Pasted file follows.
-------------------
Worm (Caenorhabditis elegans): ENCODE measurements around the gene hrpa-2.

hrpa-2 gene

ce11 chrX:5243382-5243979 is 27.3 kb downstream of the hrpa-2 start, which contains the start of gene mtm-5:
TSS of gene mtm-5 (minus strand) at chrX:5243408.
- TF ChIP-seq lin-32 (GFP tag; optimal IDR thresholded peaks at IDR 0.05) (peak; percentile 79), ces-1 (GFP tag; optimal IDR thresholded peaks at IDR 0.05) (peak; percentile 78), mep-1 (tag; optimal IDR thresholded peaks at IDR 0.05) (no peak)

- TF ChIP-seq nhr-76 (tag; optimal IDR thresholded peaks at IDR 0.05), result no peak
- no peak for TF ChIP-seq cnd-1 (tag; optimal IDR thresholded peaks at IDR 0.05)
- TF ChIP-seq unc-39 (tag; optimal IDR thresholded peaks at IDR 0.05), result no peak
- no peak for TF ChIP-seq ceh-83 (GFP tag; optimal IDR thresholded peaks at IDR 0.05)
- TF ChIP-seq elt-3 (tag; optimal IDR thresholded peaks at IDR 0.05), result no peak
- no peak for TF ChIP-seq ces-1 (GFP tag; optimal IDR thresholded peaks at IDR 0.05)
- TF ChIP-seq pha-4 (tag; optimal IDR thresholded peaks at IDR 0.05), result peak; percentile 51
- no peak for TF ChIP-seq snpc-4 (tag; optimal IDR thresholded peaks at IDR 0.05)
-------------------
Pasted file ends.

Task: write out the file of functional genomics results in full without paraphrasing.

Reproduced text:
Worm (Caenorhabditis elegans): ENCODE measurements around the gene hrpa-2.

hrpa-2 gene

ce11 chrX:5243382-5243979 is 27.3 kb downstream of the hrpa-2 start, which contains the start of gene mtm-5:
TSS of gene mtm-5 (minus strand) at chrX:5243408.
- TF ChIP-seq lin-32 (GFP tag; optimal IDR thresholded peaks at IDR 0.05) (peak; percentile 79), ces-1 (GFP tag; optimal IDR thresholded peaks at IDR 0.05) (peak; percentile 78), mep-1 (tag; optimal IDR thresholded peaks at IDR 0.05) (no peak)

- TF ChIP-seq nhr-76 (tag; optimal IDR thresholded peaks at IDR 0.05), result no peak
- no peak for TF ChIP-seq cnd-1 (tag; optimal IDR thresholded peaks at IDR 0.05)
- TF ChIP-seq unc-39 (tag; optimal IDR thresholded peaks at IDR 0.05), result no peak
- no peak for TF ChIP-seq ceh-83 (GFP tag; optimal IDR thresholded peaks at IDR 0.05)
- TF ChIP-seq elt-3 (tag; optimal IDR thresholded peaks at IDR 0.05), result no peak
- no peak for TF ChIP-seq ces-1 (GFP tag; optimal IDR thresholded peaks at IDR 0.05)
- TF ChIP-seq pha-4 (tag; optimal IDR thresholded peaks at IDR 0.05), result peak; percentile 51
- no peak for TF ChIP-seq snpc-4 (tag; optimal IDR thresholded peaks at IDR 0.05)